University to test out new learning techniques

By Teresa Lo

Students returning to the campus for the fall 2014 semester were greeted with a very big surprise: Construction on Campus Drive.

Photo by Hayden Williams
Photo by Hayden Williams

Over the summer, the university started constructing the Edward St. John Learning and Teaching Center. The building is not associated with any specific department or subject, but instead will be a place that houses new creative classroom settings and large open spaces for students to use to collaborate, according to Ben Bederson, the executive director of the Teaching and Learning Transformation Center.

There will be newly designed classrooms and lecture halls located in the building. Some new improvements include smart boards on all four walls of a room and multiple projection screens on different walls in a room, Bederson said. Therefore students can sit collaboratively at round tables and still be able to see what the professor is showing up on screen.

Bederson also mentioned lecture hall seats in the building will enable students to turn their chairs to face the row behind them, which will allow the students to engage in more discussion and problem solving in groups of six during class.

There will be Chemistry laboratories inside the building as well as offices for the TLTC and the Academy for Innovation and Entrepreneurship, said Sharon Akers, the executive director for the Edward St. John Foundation.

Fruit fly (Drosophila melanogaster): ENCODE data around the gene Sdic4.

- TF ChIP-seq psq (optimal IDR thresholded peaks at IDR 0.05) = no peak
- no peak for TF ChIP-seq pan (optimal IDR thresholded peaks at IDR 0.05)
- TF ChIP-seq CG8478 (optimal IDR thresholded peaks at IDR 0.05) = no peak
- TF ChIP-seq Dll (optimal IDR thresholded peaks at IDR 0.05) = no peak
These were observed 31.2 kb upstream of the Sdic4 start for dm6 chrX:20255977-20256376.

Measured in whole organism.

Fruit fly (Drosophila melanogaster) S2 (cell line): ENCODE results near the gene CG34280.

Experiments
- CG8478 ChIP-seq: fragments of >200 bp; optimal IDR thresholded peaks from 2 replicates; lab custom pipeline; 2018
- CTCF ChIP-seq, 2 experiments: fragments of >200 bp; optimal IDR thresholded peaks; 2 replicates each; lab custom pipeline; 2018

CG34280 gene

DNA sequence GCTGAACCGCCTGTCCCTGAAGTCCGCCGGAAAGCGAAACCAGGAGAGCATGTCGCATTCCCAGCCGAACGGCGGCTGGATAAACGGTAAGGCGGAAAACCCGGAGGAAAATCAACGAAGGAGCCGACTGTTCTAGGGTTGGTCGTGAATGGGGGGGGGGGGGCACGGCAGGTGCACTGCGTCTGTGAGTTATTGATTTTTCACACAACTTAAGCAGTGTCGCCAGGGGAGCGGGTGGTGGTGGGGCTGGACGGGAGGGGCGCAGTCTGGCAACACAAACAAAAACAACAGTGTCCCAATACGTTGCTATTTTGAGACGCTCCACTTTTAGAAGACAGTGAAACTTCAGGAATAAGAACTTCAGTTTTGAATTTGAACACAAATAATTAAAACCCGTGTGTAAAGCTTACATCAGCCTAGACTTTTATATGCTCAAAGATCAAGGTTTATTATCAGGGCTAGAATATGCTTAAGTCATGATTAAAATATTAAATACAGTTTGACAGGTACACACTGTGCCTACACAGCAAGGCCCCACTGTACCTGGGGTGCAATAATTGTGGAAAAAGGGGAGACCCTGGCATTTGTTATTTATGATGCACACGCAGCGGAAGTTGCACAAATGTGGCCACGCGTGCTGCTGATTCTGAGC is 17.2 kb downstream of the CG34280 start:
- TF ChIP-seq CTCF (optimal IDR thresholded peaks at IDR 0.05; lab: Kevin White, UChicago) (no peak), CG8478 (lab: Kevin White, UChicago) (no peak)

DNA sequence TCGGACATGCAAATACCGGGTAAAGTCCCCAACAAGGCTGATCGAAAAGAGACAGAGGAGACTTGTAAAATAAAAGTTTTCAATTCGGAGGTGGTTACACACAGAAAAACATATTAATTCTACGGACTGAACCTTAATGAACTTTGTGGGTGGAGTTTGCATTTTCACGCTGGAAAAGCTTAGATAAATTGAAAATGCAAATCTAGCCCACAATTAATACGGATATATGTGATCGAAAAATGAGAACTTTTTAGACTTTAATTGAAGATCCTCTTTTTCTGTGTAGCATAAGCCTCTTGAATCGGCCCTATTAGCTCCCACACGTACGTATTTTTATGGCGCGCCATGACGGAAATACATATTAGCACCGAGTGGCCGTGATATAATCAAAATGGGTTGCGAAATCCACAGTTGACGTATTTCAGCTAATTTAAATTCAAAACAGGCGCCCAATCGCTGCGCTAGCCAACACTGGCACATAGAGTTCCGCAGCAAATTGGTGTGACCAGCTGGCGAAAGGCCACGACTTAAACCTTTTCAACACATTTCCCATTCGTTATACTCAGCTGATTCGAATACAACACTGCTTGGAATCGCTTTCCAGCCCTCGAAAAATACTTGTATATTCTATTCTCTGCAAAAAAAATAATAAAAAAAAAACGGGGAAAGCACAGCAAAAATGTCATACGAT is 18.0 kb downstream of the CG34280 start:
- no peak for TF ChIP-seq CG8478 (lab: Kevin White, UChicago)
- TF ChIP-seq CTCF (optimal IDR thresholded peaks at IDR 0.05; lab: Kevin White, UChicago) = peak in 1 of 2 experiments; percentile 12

The TLTC’s goal is to help professors and instructors learn how to better improve classroom settings and implement teaching methods, Bederson said.

“All the classrooms [in the building] will be designed to support active learning, so a decreased emphasis on lecture and an increased emphasis on projects, discussions, and interaction,” Bederson said.

Officials expect that upon completion, more than 10,000 students will use the learning center every day and it will become one of the main centers for student activity, much like McKeldin Library and Stamp Student Union, Bederson said.

The university initially approached the Edward St. John Foundation about funding for this project in 2008, Akers said. The foundation originally turned down the proposal until “the need for this space had become so critical for the university as a whole,” Akers said.

“It became such a wonderful project that was going to be a turning point in education for this university, that [Edward St. John] agreed to be a donor,” Akers said. “He committed $10 million to name it the Edward St. John Learning and Teaching Center.”

The new building will be 95,800 square feet and the construction contract is $40 million, according to the Clark Construction Group website, who are the builders for this development.


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